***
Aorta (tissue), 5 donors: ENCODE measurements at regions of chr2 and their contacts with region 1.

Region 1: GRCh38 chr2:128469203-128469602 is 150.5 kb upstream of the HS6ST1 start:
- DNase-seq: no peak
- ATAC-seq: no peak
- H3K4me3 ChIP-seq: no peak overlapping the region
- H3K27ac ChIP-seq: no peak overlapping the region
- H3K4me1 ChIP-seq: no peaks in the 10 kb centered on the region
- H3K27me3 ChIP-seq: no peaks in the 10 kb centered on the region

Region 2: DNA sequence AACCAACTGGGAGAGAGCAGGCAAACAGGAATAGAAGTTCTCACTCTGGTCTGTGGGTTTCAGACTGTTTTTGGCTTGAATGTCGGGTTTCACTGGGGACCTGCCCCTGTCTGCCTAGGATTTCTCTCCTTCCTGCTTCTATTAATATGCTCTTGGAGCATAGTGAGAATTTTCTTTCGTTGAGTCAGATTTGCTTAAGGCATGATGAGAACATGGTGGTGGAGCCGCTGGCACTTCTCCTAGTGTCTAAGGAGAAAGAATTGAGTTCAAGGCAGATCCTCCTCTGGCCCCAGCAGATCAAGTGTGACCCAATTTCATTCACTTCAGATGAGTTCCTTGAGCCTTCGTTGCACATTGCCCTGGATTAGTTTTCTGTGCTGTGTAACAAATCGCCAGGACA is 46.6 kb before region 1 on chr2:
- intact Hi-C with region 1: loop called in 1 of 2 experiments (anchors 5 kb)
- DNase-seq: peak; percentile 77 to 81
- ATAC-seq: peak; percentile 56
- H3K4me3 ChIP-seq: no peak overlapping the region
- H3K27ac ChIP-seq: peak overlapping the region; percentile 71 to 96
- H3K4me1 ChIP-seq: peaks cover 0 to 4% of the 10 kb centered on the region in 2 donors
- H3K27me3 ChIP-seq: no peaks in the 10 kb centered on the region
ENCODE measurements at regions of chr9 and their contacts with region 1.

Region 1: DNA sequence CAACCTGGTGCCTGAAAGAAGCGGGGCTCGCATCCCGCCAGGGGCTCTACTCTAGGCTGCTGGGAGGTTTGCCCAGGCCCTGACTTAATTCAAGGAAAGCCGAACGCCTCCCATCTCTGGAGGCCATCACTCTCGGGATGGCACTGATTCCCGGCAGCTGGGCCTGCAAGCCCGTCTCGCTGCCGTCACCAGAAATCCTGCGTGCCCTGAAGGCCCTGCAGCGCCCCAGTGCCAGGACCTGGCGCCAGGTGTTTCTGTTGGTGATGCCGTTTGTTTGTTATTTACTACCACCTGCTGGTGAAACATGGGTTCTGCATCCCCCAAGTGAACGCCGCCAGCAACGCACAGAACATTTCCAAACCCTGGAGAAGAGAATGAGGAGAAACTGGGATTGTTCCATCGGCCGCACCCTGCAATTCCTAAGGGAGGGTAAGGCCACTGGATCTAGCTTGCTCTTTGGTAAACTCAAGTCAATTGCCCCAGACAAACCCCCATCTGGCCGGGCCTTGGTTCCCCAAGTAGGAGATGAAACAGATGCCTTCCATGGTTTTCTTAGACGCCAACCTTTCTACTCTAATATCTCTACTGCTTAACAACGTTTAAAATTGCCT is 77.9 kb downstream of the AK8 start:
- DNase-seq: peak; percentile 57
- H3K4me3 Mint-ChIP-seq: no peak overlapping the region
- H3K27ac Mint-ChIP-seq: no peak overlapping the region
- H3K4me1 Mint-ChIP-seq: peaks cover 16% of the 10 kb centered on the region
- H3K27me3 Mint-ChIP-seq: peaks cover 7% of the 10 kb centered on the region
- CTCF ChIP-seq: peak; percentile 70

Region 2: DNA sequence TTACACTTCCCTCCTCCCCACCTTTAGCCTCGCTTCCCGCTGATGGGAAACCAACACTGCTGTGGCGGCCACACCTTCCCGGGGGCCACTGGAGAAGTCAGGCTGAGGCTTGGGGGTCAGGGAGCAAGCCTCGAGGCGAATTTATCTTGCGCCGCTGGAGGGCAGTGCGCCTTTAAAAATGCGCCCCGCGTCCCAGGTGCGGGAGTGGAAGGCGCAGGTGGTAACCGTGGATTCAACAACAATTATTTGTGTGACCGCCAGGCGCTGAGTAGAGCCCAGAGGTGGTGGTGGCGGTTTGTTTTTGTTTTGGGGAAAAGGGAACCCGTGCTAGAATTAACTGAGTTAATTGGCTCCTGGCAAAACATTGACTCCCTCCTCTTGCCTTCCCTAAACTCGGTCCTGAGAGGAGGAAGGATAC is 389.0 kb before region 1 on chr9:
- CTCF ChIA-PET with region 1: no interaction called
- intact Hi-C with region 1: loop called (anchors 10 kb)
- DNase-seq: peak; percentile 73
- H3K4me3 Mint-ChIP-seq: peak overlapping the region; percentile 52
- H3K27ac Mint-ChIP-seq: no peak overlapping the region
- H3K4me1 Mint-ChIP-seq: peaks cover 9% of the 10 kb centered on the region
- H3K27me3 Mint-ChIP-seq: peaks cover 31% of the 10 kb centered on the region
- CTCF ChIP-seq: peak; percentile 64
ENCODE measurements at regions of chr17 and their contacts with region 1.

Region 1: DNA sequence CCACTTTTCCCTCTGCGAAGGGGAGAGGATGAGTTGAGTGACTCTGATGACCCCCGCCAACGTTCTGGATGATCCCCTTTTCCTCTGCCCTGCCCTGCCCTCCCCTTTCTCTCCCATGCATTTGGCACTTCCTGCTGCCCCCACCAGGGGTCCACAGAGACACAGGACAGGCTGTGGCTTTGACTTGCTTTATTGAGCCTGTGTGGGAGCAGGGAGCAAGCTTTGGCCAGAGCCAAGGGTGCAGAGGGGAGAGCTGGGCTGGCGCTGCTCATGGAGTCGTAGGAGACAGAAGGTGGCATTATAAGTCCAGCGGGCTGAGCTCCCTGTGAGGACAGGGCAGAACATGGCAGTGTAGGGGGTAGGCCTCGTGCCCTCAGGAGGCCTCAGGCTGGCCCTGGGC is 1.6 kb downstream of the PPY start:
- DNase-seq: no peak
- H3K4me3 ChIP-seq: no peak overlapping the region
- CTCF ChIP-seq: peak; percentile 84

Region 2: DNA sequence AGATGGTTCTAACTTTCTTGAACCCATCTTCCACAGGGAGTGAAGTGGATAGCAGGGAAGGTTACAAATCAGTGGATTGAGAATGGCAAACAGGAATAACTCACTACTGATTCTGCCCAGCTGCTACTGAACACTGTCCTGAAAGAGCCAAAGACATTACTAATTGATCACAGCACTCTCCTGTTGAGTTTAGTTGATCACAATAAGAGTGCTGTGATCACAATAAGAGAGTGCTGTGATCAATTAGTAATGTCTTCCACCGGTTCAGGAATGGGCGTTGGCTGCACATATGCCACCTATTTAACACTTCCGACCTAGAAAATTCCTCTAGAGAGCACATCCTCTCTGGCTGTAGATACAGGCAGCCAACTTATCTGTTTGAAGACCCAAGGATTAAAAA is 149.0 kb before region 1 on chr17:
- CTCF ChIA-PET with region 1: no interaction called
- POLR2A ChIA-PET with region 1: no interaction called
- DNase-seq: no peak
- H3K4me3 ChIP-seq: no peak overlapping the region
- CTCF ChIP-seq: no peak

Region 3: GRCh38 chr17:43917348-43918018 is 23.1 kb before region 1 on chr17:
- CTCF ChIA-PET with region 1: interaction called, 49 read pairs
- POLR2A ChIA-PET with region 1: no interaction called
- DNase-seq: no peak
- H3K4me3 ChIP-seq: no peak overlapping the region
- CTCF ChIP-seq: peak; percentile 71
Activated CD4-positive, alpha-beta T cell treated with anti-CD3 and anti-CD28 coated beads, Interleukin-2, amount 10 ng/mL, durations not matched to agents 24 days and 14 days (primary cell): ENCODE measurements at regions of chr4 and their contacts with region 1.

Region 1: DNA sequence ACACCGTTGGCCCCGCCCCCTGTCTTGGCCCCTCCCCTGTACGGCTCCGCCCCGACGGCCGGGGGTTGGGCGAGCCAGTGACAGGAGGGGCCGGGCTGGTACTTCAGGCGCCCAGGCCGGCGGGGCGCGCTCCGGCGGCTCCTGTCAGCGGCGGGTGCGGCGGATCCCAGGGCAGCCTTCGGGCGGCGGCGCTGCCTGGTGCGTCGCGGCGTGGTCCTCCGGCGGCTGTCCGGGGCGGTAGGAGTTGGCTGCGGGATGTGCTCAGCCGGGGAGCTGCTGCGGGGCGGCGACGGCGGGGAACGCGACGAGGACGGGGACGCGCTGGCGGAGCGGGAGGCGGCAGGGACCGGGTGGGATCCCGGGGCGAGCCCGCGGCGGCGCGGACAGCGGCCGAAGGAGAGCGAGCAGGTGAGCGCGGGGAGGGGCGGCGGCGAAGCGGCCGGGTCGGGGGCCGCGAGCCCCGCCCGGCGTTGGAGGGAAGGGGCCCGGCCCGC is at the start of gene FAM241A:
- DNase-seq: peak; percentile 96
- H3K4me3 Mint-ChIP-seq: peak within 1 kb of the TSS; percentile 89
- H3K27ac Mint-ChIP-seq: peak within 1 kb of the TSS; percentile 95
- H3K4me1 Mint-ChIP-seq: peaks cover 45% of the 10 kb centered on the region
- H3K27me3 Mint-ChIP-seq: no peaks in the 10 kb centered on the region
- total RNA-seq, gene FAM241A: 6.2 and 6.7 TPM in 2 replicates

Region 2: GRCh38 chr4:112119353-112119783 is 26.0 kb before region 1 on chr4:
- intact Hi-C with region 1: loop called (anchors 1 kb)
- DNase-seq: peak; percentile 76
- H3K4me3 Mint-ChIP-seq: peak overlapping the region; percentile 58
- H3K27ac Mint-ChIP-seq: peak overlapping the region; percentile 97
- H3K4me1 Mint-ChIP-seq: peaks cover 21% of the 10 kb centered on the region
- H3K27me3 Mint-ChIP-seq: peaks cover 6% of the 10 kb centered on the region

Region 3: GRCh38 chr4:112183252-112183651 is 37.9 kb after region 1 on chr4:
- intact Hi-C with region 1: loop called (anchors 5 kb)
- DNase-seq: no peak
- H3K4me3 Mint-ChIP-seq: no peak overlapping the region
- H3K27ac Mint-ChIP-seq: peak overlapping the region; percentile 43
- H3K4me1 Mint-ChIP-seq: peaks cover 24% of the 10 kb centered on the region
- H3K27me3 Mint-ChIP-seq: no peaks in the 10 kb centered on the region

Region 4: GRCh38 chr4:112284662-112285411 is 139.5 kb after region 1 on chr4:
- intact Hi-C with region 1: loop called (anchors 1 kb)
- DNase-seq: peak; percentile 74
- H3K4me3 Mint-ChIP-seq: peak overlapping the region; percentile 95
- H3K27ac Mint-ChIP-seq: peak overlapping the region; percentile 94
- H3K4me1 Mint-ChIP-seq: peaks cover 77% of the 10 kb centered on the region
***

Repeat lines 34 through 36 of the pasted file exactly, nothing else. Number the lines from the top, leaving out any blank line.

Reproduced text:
ENCODE measurements at regions of chr17 and their contacts with region 1.

Region 1: DNA sequence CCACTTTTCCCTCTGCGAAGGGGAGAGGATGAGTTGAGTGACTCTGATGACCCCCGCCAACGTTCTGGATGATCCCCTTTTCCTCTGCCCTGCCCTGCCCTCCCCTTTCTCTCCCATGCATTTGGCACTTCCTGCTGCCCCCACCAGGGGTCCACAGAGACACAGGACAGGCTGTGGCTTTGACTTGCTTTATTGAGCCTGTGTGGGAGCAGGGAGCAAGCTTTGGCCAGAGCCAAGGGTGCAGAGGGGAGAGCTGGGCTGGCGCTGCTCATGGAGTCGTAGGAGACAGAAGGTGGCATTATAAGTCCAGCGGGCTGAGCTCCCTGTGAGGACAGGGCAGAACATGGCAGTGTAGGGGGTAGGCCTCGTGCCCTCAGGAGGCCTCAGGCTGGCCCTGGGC is 1.6 kb downstream of the PPY start:
- DNase-seq: no peak